The London Olympics in 2012 will be one of the biggest social occasions the UK has witnessed since the coronation of 1953. This once in a lifetime event will provide an opportunity for visitors, spectators and followers, with their picture-capable mobile phones, to share their Olympic experiences with friends, family, broadcasters and publishers.
Through careful planning and consultation with all industry stakeholders, we have the chance to capitalise on an opportunity that was not fully exploited in Beijing in 2008. With a coordinated approach, a much richer and consistent mobile experience can be achieved to compliment the London Olympics in 2012.
By engaging those wanting to contribute content, as well as those who wish to consume it, broadcasters and internet players are offered an extra dimension of diverse material from an immensely wide human resource.
With the prospect of several hundred thousand international visitors to London in Summer 2012, it is vital that they see the London games as a Digital Media games which fully embraces mobile. By 2012 it is expected that five billion mobile devices will be in use worldwide, offering a means to share personal memories live from the Olympics. This represents an enormous opportunity for the mobile innovation.
The opportunities for using mobile technology are many and varied.
It is clear that what is put into place for the 2012 events, the fundamental mechanisms, must provide a lasting legacy. To optimise the 2012 legacy for a Digital Britain, efforts and investment made now should continue to bear fruit for many years to come. .
Towards a personal Olympics
By the end 2010, all new mobile phones will be mobile internet and mobile email ready, and enjoy sophisticated camera functionality as standard. Mobile social networking and sharing moments with friends and family will be commonplace.
Visitors to the 2012 London Olympics will expect to record and share their own personal memories of the games. This “of the moment” dynamic view will provide a great opportunity to experience the Olympics in a unique way. Examples could include creating a “MyGames2012” portal, where visitors can upload and share their Olympic experience in a controlled manner.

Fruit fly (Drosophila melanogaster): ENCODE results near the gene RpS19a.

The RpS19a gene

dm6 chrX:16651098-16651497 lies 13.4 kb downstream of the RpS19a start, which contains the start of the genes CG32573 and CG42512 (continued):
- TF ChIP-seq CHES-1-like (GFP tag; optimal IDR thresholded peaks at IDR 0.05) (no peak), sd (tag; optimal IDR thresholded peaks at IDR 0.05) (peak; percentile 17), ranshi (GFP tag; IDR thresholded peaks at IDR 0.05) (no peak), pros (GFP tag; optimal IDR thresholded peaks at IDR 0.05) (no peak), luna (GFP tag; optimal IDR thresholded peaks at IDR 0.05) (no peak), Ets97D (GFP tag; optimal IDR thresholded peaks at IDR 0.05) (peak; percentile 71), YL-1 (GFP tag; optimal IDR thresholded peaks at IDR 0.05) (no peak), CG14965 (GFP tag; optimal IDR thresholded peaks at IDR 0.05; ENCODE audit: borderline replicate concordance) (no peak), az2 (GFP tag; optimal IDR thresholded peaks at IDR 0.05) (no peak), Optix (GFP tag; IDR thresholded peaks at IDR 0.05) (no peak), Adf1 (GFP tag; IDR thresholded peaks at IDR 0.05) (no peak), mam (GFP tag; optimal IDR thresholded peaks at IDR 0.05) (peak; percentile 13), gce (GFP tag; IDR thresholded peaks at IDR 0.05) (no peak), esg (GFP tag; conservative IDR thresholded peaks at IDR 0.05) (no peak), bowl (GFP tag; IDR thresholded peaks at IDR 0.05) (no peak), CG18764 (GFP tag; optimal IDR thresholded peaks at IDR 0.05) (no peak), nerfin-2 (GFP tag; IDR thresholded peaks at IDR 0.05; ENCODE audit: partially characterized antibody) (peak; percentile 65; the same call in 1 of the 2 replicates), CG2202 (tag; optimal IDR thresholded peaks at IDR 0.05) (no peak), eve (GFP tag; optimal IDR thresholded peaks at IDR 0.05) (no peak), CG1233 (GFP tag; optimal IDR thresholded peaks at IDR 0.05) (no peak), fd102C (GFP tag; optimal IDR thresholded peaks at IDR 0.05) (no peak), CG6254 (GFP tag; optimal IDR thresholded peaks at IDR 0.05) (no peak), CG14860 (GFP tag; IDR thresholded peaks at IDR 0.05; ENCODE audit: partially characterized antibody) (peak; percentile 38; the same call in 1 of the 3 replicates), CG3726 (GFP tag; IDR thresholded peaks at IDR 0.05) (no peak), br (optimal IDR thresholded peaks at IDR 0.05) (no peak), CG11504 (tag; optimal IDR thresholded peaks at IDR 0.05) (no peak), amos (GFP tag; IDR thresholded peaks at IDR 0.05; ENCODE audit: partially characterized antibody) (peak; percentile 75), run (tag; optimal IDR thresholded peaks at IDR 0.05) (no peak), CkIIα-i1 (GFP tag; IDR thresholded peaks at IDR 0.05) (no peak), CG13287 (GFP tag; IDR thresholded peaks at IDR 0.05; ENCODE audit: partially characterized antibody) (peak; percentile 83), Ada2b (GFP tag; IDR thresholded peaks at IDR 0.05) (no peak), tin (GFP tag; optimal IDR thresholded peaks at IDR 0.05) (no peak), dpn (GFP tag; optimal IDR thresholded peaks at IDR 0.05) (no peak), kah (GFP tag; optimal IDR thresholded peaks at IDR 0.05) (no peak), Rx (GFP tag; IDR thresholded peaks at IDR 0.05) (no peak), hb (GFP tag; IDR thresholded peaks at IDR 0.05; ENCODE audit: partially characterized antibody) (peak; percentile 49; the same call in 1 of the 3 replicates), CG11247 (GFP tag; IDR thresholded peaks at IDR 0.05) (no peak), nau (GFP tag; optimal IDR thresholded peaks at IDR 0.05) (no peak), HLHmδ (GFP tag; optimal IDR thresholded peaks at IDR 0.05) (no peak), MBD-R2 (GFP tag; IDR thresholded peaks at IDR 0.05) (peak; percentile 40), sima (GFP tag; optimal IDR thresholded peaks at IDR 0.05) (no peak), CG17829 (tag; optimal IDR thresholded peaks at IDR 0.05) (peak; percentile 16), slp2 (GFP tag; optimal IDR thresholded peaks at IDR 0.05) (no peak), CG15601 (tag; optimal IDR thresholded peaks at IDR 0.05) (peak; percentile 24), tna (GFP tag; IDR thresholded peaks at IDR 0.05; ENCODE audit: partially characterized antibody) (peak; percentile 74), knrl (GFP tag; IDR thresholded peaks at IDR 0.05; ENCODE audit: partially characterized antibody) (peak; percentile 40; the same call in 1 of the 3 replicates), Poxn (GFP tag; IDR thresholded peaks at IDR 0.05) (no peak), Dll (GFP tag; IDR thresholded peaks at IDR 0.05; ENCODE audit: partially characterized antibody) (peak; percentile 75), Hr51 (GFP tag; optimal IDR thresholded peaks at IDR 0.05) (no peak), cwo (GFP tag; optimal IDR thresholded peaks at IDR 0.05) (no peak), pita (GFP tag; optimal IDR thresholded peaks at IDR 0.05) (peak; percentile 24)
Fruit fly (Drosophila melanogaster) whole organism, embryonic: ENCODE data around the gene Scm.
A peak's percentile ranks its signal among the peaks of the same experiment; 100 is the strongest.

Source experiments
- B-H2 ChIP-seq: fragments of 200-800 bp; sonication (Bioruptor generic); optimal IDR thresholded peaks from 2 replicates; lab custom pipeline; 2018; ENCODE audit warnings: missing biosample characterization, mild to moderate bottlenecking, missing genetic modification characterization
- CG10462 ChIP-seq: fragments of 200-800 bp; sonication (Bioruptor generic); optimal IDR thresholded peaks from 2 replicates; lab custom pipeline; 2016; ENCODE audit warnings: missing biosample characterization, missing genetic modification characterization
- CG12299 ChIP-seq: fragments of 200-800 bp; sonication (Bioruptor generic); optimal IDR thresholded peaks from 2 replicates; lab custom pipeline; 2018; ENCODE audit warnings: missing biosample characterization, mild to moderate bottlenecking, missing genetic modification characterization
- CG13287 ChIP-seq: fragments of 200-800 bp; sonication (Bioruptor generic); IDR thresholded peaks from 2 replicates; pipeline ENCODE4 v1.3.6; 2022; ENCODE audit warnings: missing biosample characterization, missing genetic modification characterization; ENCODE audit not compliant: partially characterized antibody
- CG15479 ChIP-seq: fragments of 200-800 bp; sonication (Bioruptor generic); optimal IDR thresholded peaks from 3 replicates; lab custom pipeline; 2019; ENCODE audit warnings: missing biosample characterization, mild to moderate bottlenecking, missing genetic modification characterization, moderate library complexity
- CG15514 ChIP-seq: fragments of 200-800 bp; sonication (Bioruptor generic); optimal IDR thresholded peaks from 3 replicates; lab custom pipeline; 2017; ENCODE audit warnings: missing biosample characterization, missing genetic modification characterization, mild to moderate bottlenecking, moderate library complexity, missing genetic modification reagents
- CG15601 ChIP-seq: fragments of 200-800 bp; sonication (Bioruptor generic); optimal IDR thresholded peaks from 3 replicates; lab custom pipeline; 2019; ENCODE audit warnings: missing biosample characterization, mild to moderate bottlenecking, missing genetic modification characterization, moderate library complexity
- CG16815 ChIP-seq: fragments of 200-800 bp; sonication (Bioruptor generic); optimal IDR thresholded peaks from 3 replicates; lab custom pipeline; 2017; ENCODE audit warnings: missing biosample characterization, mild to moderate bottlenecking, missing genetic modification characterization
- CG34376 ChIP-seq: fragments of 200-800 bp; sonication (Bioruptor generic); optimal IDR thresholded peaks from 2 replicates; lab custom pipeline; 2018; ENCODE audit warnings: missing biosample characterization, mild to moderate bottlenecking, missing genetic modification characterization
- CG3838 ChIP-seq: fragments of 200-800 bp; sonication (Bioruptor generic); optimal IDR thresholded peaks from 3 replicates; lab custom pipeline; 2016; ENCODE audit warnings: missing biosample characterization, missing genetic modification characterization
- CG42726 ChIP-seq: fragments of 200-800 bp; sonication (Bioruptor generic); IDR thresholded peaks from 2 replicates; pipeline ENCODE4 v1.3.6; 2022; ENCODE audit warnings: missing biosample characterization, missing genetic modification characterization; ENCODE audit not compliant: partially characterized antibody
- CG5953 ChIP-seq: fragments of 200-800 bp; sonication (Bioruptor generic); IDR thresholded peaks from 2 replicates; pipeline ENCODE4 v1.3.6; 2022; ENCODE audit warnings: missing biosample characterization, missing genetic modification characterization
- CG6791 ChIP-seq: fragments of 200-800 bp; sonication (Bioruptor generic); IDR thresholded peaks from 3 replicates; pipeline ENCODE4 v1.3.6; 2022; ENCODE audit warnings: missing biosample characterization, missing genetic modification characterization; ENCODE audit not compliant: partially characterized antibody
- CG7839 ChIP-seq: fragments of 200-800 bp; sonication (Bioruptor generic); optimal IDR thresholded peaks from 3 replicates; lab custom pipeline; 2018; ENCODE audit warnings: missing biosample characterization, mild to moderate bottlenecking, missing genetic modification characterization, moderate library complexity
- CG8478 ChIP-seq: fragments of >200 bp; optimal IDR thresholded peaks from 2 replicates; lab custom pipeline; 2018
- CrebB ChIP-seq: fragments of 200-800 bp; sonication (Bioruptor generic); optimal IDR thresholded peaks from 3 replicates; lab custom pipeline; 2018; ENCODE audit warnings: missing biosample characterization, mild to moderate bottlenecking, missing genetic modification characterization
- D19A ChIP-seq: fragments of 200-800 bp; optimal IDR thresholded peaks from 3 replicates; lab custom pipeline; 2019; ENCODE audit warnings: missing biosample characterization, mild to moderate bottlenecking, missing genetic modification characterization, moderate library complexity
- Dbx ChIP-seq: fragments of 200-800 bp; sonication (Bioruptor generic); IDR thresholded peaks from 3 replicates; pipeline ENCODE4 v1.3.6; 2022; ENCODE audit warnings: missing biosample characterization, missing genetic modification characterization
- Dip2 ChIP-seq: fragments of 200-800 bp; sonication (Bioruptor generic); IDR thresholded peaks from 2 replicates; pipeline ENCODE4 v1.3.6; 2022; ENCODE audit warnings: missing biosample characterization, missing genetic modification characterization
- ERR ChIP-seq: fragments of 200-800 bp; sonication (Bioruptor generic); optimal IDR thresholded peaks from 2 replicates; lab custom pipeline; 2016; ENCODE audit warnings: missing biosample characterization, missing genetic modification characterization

Other mobile focussed sites could include competitions for the best content, pictures or video, while Olympic athletes themselves could have a Facebook style personal contact area for their fans. This could ultimately generate a unique national archive of the London 2012 Olympic Games.
Mobile Media coverage
The Beijing Olympics had unprecedented internet media coverage, including significant coverage for mobile internet devices. Large media organisations such as NBC and the BBC provided live 24/7 mobile web, mobile alerts and mobile video coverage. The MDA saw a 500,000 increase in the number of mobile internet users during the two weeks of the Beijing games. However, the BBC reported that only 2% of their broadcast content was consumed on mobile devices. We need to learn from the failings of Beijing and ensure that, in the lead up to the games, we promote, educate and generate demand for mobile centric content and applications.
By 2012 tariff changes and device functionality will ensure Mobile Internet and streaming media will be commonly used by upwards of 40 million in the UK. This new wave of mobile consumers will demand more innovative mobile content: from a medal award ceremony for Team GB, to action replays of the best action.
This all means that the wireless operators must ensure that capacity planning anticipates the popularity of the Olympics. Wireless provisioning in and around the stadia will need to encompass GSM based bearers, as well as WiFi, WiMax and Bluetooth - which can all be used to distribute local event-based content and information.
One significant consideration with media coverage is the cost associated with viewing this content, especially for overseas visitors. Data roaming costs need to be transparent to the user, or at a fixed cost throughout their Olympic experience.
Transport and Ticketing
Mobile phones are currently being used for purchasing small items and trials of mobile payment systems are proving successful. However, by 2012 not all mobile phones will support the enabling technology known as Near Field Communication’s (NFC).
By 2012 we will be using our NFC enabled mobile phones on the underground and public transport systems of London as an Oyster card replacement. There are significant opportunities to combine mobile internet, GPS location and mapping to provide visitors with a raft of facilities. These include travel plans (using public transport), smart routes avoiding congested areas, booking facilities for hotels and restaurants, sightseeing activities and information, tickets for the games and real-time security alerts.
Localised mobile content and public transport services are already active. The London Borough of Newham recently launched their own mobile portal, which allows users to find a live music event or a restaurant, then plan a route with the public transport system. This type of application will be developed further with the blending of location based services and mobile payments, delivering a rich but intuitive solution for the Olympic visitor.
Opportunities for integrating cellular and WiFi mobile services into programming around the 2012 Olympics is vast. If planned well, it affords a major opportunity to integrate these services into future offerings, and lay the foundation for a national archive.
The Mobile Data Association MDA, with its industry-wide network of mobile expertise, is already working with many key stakeholders to provide guidance and support in the planning and phasing of these opportunities
These are just a few possibilities for the Olympics, but the opportunities around a comprehensively mobile London 2012 Games is potentially limitless.